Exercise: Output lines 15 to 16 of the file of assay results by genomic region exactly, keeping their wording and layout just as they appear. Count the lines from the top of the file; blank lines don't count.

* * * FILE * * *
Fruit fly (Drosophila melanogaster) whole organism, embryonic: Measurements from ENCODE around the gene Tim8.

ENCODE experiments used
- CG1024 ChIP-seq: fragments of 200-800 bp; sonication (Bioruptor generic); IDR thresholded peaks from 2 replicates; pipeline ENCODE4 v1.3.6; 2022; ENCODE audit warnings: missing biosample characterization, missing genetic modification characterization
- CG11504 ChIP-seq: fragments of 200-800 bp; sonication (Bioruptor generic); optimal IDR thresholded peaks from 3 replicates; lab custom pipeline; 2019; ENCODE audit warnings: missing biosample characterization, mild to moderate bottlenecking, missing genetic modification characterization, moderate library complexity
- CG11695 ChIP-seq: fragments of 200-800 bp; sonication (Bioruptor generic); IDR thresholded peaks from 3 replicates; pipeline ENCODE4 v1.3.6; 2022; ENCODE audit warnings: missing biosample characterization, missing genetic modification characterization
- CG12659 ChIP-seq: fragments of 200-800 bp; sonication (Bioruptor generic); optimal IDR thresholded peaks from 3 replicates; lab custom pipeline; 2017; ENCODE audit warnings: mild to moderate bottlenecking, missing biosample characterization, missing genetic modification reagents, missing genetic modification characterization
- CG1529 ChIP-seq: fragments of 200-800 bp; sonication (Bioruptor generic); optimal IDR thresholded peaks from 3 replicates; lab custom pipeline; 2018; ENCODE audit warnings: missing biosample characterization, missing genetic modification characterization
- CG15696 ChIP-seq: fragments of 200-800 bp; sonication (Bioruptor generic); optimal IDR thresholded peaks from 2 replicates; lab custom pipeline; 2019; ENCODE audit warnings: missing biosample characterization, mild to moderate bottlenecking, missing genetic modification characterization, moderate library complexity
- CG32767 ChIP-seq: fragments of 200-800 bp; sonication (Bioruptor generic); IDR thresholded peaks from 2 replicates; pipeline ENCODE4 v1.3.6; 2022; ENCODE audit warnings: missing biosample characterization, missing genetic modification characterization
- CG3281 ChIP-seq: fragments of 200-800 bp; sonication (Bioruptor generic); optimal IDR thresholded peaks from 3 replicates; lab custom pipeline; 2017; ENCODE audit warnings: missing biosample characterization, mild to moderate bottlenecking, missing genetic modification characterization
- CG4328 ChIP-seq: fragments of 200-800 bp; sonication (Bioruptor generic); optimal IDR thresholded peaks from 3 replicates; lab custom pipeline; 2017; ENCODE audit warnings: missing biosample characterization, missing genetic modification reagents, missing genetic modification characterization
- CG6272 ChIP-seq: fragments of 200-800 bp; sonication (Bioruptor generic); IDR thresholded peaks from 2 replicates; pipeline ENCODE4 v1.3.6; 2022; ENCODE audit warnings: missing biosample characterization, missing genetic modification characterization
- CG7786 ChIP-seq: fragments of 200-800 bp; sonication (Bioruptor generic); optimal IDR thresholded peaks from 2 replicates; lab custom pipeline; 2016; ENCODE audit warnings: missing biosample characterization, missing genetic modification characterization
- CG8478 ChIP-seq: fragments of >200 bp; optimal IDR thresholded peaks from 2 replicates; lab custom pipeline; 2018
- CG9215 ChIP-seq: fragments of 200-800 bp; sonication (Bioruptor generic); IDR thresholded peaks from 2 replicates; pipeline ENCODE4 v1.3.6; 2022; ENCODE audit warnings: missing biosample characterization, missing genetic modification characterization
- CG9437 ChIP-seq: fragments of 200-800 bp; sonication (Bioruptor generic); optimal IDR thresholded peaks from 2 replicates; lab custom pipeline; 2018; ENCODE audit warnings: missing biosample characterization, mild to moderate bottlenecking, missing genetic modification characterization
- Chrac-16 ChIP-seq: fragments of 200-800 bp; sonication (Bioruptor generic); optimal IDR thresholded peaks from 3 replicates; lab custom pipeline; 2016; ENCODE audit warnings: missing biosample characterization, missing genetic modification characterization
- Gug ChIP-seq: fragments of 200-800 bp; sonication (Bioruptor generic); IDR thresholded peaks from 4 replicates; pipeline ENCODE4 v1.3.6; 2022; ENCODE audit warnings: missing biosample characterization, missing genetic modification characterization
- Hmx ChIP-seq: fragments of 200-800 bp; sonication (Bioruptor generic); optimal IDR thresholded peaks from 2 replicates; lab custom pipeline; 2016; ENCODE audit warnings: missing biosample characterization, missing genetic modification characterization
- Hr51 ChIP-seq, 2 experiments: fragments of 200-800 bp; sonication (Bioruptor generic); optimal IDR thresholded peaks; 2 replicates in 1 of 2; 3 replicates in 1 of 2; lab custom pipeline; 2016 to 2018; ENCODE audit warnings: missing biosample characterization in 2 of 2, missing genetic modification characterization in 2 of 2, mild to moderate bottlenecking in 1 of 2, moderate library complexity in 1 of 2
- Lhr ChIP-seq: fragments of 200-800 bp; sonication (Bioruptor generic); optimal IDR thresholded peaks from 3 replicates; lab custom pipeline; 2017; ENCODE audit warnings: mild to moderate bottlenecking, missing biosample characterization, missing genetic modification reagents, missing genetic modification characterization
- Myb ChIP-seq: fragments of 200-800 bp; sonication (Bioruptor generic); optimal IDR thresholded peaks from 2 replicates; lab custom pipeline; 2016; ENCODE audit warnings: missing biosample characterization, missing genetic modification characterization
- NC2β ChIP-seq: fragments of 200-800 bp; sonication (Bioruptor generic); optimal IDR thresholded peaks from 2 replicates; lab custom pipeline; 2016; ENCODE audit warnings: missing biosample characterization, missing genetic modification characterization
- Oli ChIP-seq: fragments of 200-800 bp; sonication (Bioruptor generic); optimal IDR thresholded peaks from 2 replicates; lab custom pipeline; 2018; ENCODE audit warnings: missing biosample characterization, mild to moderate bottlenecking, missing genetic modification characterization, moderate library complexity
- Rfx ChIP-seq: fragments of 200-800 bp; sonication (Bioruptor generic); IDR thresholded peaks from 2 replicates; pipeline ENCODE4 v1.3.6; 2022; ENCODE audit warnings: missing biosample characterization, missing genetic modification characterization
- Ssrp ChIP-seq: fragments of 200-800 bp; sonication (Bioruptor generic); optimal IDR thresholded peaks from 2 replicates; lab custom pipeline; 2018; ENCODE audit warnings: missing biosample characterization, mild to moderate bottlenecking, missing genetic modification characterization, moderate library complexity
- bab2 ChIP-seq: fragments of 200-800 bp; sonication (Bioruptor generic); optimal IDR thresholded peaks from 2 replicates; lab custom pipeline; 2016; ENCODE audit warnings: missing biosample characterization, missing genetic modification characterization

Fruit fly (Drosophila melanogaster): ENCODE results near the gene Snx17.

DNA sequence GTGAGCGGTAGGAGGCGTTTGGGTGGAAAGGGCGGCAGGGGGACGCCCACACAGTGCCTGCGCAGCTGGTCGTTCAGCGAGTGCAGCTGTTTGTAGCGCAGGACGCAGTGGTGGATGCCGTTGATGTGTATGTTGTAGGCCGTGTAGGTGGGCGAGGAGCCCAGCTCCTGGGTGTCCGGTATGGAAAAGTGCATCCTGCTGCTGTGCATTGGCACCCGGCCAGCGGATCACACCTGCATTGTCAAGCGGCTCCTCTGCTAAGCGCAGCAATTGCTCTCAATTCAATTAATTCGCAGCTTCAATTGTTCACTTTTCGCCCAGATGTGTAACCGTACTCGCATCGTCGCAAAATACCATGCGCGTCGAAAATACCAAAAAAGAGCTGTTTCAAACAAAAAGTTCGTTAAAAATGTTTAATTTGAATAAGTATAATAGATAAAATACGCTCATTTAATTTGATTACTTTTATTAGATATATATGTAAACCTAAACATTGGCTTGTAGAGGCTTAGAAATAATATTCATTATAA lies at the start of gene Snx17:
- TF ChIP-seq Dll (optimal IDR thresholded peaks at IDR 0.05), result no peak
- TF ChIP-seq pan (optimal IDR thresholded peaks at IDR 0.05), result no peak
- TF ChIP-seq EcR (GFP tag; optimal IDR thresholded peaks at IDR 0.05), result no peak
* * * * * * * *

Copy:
- CG9215 ChIP-seq: fragments of 200-800 bp; sonication (Bioruptor generic); IDR thresholded peaks from 2 replicates; pipeline ENCODE4 v1.3.6; 2022; ENCODE audit warnings: missing biosample characterization, missing genetic modification characterization
- CG9437 ChIP-seq: fragments of 200-800 bp; sonication (Bioruptor generic); optimal IDR thresholded peaks from 2 replicates; lab custom pipeline; 2018; ENCODE audit warnings: missing biosample characterization, mild to moderate bottlenecking, missing genetic modification characterization